Asian, Native Hawaiian, and Pacific Islander People Encounter Barriers to Quitting Successfully

Most people who smoke want to quit, and more than half of them try to do so each year. Among Asian adults who reported currently smoking cigarettes:

  • 70% say that they want to quit compared to 73% of Black people, 68% of White people, 67% of Hispanic people, and 56% of American Indian/Alaska Native people.42
  • 69% report that they tried to quit during the past year–higher than that among Hispanic people and White people.42

Proven treatments, such as FDA-approved medicines and behavioral counseling, make it more likely people will quit smoking successfully.43 Barriers to getting these treatments have been documented among racial and ethnic population groups.44,45

asian doctor talking to elderly man

About 34% of Asian adults who smoke report getting advice to quit from a healthcare provider.

Research has shown that Asian, Native Hawaiian, and Pacific Islander (A/NH/PI) patients are less likely to receive quitting advice from their health care providers than non-Hispanic White patients.42

  • Fewer Asian adults who smoked and tried to quit, used evidence-based treatment (counseling or FDA-approved quit smoking medicine) than white adults who tried to quit.42
  • The Asian Smokers’ Quitline (ASQ) offers free phone-based counseling and other quit-smoking resources. ASQ has counselors who speak Cantonese, Mandarin, Korean, and Vietnamese, but Asian Americans who speak languages other than these may not be able to find the same services in their preferred language.
  • Of people who called the Asian Smokers’ Quitline, 48% had no health insurance to help them get free or lower-cost access to smoking cessation resources.46

Connecting every person who wants to quit with treatment proven to help them quit for good is important for improving people’s health.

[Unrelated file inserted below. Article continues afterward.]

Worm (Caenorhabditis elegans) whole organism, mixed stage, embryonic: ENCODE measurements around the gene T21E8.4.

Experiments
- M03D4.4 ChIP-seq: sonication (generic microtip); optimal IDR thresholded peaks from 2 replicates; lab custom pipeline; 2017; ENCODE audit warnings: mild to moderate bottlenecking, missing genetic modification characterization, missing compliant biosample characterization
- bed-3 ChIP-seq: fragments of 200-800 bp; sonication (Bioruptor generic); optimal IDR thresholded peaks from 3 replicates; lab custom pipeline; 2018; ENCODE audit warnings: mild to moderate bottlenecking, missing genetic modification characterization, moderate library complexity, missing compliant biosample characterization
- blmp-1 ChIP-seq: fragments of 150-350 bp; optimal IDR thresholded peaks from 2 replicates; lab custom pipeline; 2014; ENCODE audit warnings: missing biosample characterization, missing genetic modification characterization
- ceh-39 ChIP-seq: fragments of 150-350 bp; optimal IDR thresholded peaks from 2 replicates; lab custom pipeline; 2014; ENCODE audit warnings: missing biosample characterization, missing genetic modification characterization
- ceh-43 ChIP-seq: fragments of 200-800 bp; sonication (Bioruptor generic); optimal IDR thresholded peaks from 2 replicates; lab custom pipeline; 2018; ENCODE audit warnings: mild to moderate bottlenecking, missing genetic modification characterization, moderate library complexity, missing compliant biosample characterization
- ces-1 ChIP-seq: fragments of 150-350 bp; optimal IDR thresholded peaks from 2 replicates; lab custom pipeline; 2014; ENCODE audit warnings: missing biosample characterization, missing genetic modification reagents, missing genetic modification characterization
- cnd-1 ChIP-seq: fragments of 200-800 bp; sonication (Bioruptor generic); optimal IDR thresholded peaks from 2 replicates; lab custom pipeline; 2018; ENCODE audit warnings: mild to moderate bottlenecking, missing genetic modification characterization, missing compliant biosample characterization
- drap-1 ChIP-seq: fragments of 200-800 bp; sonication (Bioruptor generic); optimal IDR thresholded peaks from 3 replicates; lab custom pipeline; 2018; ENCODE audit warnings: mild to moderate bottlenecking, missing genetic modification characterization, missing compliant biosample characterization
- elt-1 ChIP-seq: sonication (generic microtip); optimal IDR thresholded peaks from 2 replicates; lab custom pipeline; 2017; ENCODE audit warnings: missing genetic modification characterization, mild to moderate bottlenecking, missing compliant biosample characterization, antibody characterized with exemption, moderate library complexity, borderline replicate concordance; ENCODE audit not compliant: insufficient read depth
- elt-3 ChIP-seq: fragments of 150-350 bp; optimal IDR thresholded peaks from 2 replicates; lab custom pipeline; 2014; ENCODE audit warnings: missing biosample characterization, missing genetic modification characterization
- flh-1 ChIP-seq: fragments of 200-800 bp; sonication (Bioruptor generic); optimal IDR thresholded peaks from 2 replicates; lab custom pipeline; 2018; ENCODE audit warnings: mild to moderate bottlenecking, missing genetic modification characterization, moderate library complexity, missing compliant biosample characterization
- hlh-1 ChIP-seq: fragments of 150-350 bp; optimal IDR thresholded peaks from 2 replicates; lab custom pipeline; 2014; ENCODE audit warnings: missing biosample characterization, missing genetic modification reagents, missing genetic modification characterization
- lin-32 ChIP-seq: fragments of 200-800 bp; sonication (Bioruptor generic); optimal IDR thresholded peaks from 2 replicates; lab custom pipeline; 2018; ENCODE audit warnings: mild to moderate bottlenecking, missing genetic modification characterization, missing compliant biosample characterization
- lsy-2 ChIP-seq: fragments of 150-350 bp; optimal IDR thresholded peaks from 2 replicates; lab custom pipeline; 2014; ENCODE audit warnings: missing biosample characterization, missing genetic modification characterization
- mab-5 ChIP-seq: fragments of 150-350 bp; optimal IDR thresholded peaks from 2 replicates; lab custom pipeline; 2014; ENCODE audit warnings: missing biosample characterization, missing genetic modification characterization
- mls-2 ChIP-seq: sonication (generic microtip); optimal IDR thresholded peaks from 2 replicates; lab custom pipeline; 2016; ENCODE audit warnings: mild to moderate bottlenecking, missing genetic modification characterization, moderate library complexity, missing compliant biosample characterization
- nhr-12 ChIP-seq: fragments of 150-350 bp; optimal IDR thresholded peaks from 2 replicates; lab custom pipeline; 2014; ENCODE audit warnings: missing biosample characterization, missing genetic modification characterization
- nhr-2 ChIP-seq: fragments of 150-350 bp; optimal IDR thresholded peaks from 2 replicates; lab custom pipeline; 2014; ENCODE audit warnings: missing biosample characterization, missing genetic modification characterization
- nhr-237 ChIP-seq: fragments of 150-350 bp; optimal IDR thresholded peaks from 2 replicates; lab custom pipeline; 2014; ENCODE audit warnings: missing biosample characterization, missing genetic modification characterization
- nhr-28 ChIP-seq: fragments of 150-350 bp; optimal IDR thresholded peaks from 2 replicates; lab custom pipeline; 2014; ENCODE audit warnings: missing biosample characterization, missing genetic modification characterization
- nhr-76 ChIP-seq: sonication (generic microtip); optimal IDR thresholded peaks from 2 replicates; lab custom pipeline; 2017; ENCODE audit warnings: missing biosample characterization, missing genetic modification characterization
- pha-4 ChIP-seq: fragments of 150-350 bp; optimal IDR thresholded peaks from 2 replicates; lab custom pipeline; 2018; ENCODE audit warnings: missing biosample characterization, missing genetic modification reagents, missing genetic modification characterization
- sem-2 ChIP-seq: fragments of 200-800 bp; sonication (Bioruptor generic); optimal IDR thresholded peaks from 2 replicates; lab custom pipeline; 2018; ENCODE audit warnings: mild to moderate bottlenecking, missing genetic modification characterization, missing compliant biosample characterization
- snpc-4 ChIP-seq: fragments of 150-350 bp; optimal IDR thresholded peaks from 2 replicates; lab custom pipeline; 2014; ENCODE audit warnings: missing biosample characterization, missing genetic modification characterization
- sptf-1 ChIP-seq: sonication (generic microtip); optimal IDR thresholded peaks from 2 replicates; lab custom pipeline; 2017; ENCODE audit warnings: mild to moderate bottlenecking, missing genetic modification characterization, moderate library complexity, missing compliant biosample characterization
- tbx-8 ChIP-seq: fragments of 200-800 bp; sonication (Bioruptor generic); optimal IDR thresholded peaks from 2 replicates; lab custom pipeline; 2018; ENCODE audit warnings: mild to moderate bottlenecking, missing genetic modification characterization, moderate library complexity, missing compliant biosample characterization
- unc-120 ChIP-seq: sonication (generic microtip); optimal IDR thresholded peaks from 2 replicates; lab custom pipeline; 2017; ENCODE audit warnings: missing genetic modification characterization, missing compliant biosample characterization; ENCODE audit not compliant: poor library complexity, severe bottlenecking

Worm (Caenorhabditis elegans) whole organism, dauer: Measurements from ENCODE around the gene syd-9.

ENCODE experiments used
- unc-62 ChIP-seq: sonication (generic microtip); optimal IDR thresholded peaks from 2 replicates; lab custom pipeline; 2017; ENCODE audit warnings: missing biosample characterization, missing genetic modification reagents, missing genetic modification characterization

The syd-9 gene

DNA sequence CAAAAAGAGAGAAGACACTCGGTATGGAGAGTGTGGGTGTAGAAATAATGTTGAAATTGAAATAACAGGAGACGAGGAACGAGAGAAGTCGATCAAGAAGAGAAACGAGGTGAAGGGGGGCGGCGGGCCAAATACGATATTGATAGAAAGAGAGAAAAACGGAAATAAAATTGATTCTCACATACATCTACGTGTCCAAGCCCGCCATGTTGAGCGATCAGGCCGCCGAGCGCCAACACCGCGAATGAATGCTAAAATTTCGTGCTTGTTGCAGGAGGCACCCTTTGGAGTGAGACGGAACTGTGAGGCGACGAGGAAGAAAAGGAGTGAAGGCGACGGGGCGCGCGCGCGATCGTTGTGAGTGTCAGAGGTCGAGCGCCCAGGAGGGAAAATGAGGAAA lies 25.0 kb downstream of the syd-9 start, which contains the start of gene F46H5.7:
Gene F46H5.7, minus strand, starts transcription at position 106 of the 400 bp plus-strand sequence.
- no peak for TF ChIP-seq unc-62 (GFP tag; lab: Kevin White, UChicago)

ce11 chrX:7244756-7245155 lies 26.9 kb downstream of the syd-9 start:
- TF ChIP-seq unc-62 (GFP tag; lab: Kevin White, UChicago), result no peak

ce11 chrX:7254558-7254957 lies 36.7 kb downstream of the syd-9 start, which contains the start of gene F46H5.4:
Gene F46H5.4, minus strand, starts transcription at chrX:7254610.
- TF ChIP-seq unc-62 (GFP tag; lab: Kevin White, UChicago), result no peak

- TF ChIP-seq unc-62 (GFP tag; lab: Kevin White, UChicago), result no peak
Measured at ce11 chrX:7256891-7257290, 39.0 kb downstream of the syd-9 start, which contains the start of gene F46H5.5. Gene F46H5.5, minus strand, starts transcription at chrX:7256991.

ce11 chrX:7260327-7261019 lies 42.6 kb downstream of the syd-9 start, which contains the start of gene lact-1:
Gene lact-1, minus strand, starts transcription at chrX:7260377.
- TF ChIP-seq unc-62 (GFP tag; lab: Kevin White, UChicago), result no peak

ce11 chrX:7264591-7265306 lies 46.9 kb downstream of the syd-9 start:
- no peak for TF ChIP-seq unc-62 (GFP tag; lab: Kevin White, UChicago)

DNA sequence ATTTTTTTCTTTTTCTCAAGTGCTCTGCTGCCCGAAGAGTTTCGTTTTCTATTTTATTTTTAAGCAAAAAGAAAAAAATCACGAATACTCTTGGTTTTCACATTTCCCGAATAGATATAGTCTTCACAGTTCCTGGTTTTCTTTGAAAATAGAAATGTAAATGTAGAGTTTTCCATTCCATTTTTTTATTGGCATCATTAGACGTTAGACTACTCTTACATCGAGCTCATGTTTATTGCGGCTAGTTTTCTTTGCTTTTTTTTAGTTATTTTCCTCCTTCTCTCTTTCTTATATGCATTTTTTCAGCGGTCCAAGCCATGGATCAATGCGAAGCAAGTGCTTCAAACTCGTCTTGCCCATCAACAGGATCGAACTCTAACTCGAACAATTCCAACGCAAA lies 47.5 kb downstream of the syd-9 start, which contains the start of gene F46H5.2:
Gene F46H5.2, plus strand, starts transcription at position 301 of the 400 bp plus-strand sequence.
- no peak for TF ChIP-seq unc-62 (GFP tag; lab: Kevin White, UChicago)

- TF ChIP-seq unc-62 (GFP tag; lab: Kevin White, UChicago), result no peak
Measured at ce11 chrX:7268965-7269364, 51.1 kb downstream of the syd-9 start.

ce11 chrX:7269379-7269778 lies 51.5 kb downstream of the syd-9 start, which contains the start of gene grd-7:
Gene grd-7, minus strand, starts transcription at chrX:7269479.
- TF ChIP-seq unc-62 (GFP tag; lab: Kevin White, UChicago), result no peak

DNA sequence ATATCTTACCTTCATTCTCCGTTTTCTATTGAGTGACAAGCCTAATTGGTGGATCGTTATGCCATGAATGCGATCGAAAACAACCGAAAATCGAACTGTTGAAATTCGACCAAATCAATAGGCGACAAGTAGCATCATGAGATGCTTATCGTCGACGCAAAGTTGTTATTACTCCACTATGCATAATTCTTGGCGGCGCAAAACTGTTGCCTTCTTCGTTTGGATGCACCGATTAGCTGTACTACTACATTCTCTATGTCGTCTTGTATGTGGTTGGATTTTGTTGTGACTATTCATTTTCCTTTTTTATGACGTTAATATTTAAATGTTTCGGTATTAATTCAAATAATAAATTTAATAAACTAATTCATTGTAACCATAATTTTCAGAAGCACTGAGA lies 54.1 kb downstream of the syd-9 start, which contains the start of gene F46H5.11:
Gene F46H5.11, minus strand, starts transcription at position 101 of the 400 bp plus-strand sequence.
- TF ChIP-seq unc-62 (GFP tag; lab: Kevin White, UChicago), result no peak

Examples of strategies that states and communities can use are:

no smoking messages

Provide barrier-free, widely promoted, coverage for all evidence-based cessation treatments by all types of health insurance.
For example, as of 2018, only 15 state Medicaid programs fully covered tobacco cessation (quitting) services for all traditional Medicaid enrollees.47

no smoking messages

Increase access to sensitive quit-smoking services.
When it comes to health issues, one size does not fit all. Different people and communities have different needs and make decisions in different ways. For example, alternate cessation strategies may be helpful for those who smoke few cigarettes per day or only on some days.43

no smoking messages

Share health messages that reach A/NH/PI people.
Mass media campaigns are proven to increase smoking cessation, prevent tobacco use initiation, and reduce the prevalence of tobacco use. Anti-commercial tobacco* messaging and mass media campaigns, like CDC’s Tips from Former Smokers® (Tips®), can feature testimonials from people from many racial and ethnic groups. Some Tips advertisements have been translated into Chinese (Mandarin/Cantonese), Korean, and Vietnamese and direct people to the Asian Smoker’s Quitline. Additional information and resources can be found on the Tips Asian American webpage.

*“Commercial tobacco” means harmful products that are made and sold by tobacco companies. It does not include “traditional tobacco” used by Indigenous groups for religious or ceremonial purposes.
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